Federal officials Friday issued a disaster declaration for Florida as a result of last month’s flooding, giving Palm Beach County residents with damaged homes the chance to apply for low-interest loans to help pay for repairs.
Federal officials will open a Disaster Recovery Center on Wednesday at the Hagen Ranch Road Library in suburban Delray Beach to help residents and business owners apply for the loans.
Residents can also apply for an SBA loan by calling (800) 659-2955 or registering online at https://disasterloan.sba.gov/ela.
Assistant County Administrator Vince Bonvento said it was unclear how many residents are in need of federal assistance. County officials also will be at the recovery center, at 1435o Hagen Ranch Road between Atlantic Avenue and Lake Ida Road, to provide counseling to residents and help find other assistance for those who don’t qualify for the federal loans, he added.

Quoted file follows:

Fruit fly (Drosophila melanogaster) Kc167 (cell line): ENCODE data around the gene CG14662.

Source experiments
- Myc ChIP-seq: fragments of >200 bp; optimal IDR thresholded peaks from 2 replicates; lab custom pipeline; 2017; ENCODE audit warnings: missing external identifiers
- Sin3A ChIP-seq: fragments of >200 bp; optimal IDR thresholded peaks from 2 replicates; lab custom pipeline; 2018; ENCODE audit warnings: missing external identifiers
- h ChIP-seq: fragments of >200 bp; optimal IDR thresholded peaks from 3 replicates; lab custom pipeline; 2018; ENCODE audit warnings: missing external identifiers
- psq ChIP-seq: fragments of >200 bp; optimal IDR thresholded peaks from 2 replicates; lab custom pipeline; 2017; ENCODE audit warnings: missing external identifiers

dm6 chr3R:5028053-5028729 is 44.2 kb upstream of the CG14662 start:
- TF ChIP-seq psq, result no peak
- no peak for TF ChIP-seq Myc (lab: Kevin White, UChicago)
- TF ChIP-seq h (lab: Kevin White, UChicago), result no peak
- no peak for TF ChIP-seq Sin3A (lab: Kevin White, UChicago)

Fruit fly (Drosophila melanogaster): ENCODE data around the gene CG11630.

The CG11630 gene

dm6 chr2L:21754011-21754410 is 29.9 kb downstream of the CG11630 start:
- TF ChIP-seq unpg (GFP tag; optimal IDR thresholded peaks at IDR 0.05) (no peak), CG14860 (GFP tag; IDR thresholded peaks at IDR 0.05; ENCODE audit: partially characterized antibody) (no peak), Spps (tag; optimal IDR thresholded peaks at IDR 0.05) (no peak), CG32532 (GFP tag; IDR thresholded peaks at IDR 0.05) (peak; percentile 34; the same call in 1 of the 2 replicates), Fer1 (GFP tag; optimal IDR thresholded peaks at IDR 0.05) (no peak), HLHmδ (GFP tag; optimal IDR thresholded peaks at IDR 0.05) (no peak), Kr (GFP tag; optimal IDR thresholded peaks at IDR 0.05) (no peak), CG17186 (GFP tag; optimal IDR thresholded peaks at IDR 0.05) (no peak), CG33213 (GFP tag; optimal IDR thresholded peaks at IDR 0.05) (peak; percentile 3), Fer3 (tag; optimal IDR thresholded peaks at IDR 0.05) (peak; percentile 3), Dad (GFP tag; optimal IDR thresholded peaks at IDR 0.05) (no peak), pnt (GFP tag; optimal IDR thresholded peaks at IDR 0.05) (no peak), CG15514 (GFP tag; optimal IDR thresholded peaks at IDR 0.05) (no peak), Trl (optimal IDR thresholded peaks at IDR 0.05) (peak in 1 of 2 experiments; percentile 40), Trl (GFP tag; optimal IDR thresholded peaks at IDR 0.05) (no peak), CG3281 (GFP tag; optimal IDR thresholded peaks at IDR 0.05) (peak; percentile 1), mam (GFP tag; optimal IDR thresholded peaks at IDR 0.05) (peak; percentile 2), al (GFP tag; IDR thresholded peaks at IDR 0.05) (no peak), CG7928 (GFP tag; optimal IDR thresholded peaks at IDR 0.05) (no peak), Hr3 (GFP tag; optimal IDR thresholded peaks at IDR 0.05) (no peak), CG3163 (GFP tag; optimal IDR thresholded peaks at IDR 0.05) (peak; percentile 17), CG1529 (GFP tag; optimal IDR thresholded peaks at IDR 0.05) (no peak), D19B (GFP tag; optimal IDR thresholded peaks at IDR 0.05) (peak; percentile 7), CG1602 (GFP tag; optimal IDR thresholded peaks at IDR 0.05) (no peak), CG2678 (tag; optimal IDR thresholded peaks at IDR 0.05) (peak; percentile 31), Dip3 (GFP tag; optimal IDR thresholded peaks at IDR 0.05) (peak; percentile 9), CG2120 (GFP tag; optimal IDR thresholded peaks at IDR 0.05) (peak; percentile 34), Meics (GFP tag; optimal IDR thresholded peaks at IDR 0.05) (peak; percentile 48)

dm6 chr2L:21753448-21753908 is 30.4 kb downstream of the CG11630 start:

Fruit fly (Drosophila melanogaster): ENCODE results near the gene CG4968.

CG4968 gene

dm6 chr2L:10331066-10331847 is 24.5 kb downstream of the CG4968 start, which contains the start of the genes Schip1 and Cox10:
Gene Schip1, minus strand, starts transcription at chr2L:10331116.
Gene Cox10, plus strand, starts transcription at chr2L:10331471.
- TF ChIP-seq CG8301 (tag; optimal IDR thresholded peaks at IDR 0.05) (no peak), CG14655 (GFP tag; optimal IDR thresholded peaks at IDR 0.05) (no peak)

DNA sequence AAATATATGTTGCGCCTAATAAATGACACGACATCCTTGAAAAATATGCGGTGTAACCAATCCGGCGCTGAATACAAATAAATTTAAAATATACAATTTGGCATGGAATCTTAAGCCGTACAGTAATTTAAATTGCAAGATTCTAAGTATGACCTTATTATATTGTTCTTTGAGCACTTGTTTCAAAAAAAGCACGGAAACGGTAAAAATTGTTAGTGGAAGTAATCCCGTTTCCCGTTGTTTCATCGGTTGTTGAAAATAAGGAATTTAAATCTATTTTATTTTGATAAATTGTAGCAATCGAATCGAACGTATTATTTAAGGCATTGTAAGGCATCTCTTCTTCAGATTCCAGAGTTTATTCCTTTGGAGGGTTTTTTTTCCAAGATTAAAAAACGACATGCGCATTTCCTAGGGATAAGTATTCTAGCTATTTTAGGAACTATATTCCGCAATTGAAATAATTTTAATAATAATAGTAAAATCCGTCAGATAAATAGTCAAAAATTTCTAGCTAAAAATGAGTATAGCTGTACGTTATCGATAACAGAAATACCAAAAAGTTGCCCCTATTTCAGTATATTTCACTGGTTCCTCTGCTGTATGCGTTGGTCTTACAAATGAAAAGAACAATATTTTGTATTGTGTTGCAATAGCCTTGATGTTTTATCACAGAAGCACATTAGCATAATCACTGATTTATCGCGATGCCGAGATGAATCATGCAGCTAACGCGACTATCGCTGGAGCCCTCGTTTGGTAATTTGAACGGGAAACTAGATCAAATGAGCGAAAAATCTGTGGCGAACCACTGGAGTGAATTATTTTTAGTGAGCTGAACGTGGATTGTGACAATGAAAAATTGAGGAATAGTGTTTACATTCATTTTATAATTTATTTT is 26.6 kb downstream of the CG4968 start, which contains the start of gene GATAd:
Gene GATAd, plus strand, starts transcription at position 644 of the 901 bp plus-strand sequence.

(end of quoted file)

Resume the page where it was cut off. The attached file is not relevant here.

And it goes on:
Bonvento said he and his staff wanted the SBA to issue the declaration as soon as possible. Some residents whose homes were damaged by the flooding have been forced to use their savings to make repairs. Many of those residents are senior citizens and on a fixed income, he added.
“We know people are using their savings to make repairs,” he said.
With this declaration, homeowners could qualify for SBA loans of up to $200,000 to pay for repairs and an additional $40,000 to replace personal property. Renters also can qualify for $40,000 loans for personal property replacements.
Applicants would have up to 30 years to repay the loans, and most would qualify for a 2.25 percent interest rate, according to SBA officials. Some homeowners or renters with additional assets could have interest rates increased to 4.5 percent.
It usually takes about 10-12 days for residents to be notified if they have been approved for the loan, said Michael Lampton, public affairs director for the SBA disaster office in Atlanta.
After the torrential rainfall Jan. 9 and 10, many residents were left with up to two two feet of water in their homes and entire communities — many of them in southern Palm Beach County, near the recovery center — were inaccessible by cars because of overflowing drainage and lakes.
In Boynton Beach, the intersection of Congress Avenue and Gateway Boulevard was shut down for almost 24 hours because of the flooding.